The Office of Inspector General (OIG) conducted a review of the Chicago Police Department’s (CPD or the Department) disciplinary grievance procedure. When allegations of misconduct are made against a CPD member, the assigned investigating agency determines whether the allegations should be Sustained and, if so, recommend appropriate discipline for the accused member. CPD will then review the investigating agency’s disciplinary recommendation. If the Department goes on to issue discipline after this review process, the member facing discipline may have a right to grieve. Sworn members who are covered by union contracts have rights to pursue a disciplinary grievance for some but not all types of discipline issued to them.
The disciplinary grievance procedure is governed by the collective bargaining agreements (CBAs) negotiated between the City of Chicago and each of the unions representing the sworn member ranks of police officer, sergeant, lieutenant, and captain. There are three grievance procedure pathways for CPD sworn members who wish to challenge issued discipline: (1) binding summary opinions (BSO), (2) arbitrations, and (3) Police Board review. The pathways open to a member depend on both the specific discipline issued and the member’s rank. CPD and the relevant union may also settle a grieved disciplinary case before the formal process is complete; these settlements can result in reduced or eliminated discipline.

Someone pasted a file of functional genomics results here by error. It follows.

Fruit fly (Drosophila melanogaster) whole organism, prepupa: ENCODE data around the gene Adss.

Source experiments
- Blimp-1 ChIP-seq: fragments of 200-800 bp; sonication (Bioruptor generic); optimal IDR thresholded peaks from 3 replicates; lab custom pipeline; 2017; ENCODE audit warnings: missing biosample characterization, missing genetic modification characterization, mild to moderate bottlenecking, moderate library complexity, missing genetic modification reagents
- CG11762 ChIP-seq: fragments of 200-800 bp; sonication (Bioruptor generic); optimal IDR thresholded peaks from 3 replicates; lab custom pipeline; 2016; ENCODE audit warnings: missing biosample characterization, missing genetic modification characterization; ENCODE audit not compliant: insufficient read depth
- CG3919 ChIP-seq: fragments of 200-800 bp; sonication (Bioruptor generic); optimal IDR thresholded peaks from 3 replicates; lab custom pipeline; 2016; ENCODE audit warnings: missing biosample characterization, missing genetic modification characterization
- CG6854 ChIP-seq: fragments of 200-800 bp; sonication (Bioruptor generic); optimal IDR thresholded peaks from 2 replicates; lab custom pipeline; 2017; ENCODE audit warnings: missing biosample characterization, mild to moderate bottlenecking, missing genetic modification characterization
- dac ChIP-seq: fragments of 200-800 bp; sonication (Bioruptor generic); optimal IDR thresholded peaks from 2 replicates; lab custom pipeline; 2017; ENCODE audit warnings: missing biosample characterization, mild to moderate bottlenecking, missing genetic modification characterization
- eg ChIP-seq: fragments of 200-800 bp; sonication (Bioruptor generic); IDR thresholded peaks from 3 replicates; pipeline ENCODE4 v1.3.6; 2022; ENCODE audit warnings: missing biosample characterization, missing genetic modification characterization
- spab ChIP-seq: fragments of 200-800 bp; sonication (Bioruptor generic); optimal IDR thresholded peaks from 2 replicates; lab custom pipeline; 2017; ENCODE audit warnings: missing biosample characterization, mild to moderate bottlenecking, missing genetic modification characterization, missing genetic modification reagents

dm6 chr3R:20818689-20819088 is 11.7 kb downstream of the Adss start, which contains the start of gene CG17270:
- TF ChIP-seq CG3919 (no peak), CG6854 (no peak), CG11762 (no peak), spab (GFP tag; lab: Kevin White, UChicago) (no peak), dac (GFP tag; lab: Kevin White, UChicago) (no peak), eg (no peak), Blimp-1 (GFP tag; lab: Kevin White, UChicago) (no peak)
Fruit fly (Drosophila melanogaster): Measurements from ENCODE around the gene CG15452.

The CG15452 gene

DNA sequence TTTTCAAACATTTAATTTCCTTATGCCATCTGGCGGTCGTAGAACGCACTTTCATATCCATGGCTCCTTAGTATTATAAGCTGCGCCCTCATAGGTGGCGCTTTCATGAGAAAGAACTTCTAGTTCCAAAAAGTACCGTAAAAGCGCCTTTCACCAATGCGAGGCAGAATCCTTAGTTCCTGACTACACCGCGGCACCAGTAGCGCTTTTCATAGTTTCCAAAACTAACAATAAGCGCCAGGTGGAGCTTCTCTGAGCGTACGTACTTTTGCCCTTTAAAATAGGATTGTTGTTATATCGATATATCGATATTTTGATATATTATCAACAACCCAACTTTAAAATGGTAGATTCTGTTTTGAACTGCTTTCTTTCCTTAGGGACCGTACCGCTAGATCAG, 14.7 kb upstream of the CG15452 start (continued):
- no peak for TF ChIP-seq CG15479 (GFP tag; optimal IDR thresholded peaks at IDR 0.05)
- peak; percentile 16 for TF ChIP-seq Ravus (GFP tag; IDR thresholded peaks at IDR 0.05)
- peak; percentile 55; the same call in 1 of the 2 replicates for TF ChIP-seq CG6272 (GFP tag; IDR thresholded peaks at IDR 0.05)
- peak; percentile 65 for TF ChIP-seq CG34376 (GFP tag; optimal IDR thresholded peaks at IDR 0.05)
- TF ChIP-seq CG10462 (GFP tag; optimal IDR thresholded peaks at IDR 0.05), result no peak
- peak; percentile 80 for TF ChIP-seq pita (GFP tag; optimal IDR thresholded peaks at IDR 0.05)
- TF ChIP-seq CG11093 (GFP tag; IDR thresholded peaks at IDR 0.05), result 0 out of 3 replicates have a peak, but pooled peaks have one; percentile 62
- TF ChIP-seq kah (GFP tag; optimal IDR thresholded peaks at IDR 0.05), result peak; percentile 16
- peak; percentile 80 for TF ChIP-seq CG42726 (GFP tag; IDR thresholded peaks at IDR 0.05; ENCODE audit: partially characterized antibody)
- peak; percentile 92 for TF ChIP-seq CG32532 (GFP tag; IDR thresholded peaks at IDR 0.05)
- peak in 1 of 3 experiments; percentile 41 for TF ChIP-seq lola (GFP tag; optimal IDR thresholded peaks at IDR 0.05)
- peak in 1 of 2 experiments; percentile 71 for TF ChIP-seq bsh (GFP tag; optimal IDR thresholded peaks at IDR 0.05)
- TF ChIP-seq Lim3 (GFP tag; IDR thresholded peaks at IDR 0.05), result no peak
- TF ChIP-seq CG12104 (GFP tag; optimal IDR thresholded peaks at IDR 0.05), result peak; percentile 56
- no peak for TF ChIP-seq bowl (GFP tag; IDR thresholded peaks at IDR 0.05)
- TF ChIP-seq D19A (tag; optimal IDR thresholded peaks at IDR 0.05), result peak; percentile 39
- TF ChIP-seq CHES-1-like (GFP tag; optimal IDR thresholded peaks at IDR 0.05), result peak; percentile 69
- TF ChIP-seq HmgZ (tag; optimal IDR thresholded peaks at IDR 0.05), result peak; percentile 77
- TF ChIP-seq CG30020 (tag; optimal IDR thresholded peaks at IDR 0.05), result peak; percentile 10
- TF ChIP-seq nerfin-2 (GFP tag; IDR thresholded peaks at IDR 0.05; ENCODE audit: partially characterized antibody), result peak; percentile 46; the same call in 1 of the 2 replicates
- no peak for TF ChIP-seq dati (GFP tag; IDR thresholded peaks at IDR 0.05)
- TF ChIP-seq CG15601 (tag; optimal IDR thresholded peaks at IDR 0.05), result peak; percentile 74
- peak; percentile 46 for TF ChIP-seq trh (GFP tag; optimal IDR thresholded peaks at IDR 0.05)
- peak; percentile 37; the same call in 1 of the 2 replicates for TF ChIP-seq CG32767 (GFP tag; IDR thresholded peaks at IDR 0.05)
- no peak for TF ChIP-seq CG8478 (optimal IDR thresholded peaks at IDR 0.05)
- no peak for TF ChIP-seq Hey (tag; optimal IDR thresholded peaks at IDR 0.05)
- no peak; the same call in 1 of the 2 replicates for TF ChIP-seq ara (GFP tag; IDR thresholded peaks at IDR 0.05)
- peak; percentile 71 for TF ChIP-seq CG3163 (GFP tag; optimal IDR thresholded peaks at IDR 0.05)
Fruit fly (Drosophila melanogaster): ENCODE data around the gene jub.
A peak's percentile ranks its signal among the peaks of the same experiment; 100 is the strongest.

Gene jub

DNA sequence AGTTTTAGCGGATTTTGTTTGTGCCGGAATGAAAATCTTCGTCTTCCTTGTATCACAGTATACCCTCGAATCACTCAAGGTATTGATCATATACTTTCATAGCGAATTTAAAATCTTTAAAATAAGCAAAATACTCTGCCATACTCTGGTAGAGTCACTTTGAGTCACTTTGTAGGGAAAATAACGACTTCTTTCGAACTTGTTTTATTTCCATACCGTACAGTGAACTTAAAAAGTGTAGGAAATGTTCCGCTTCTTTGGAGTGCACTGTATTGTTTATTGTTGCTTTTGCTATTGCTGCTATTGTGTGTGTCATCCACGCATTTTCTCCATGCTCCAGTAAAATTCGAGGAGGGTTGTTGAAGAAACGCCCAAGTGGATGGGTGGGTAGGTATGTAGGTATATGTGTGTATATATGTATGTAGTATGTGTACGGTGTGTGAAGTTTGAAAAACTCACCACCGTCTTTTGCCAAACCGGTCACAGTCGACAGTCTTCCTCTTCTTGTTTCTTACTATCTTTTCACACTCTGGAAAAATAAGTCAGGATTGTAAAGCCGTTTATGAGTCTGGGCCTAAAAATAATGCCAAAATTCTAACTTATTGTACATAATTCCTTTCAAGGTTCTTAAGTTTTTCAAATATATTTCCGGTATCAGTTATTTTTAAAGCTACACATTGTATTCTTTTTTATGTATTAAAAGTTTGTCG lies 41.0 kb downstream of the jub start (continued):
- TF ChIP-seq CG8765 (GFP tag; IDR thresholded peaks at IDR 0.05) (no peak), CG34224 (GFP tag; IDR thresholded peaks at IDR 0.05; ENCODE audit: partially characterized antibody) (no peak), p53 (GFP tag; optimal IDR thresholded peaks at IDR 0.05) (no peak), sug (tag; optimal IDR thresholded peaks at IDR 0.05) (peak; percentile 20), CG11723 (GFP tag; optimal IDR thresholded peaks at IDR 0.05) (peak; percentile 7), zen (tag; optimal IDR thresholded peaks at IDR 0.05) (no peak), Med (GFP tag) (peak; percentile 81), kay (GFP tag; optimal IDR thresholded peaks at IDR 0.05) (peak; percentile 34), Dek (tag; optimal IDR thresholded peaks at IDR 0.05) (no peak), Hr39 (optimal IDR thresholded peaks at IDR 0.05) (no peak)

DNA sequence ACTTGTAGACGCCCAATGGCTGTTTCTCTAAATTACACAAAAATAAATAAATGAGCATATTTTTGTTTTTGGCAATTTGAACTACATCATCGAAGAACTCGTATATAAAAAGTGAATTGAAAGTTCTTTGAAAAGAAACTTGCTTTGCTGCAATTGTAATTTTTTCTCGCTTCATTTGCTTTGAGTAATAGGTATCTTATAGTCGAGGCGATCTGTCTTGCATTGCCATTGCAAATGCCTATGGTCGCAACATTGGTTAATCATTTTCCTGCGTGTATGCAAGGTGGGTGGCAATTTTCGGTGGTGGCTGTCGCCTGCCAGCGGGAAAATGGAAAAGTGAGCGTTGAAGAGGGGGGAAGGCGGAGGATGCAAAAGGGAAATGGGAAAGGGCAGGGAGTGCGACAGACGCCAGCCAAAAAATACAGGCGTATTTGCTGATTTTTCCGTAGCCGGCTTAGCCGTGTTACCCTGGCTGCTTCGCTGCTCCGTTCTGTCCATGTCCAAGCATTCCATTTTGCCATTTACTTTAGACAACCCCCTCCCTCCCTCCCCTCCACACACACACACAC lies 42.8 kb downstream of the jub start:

In addition to understanding the impact of the grievance procedure on disciplinary outcomes, OIG reached several findings that bear on the transparency and consistency of the disciplinary and accountability process:
• Arbitrators exercise broad, unbounded discretion in their reviews of grievance cases, and as a result they often cite factors in their decisions that extend beyond the specific alleged misconduct including, but not limited to, management and operational considerations such as an officer’s history (as mitigating or aggravating) and the deterrent effect of the discipline.
• The processes for BSOs and grievance arbitrations lack transparency, as compared to the publicly available information on complaints.
• The settlement process lacks transparency, as compared to the publicly available information on complaints.
• Written settlement agreements do not follow a consistent format, and settlement agreements do not consistently record all basic descriptive information about cases.
• Settlements are regularly used to resolve discipline after Sustained findings of misconduct, and these settlements regularly result in the removal of rule violations from sworn members’ records.
• Ninety percent of completed grievance arbitrations between November 2014 and December 2017 have been assigned to just three independent arbitrators operating with vast discretion, little public transparency, and negligible substantive post-decision review.
OIG recommends that CPD take several measures to improve the consistency and transparency of the disciplinary grievance procedure.
AIG's Green Book, Principles and Standards for Offices of Inspectors General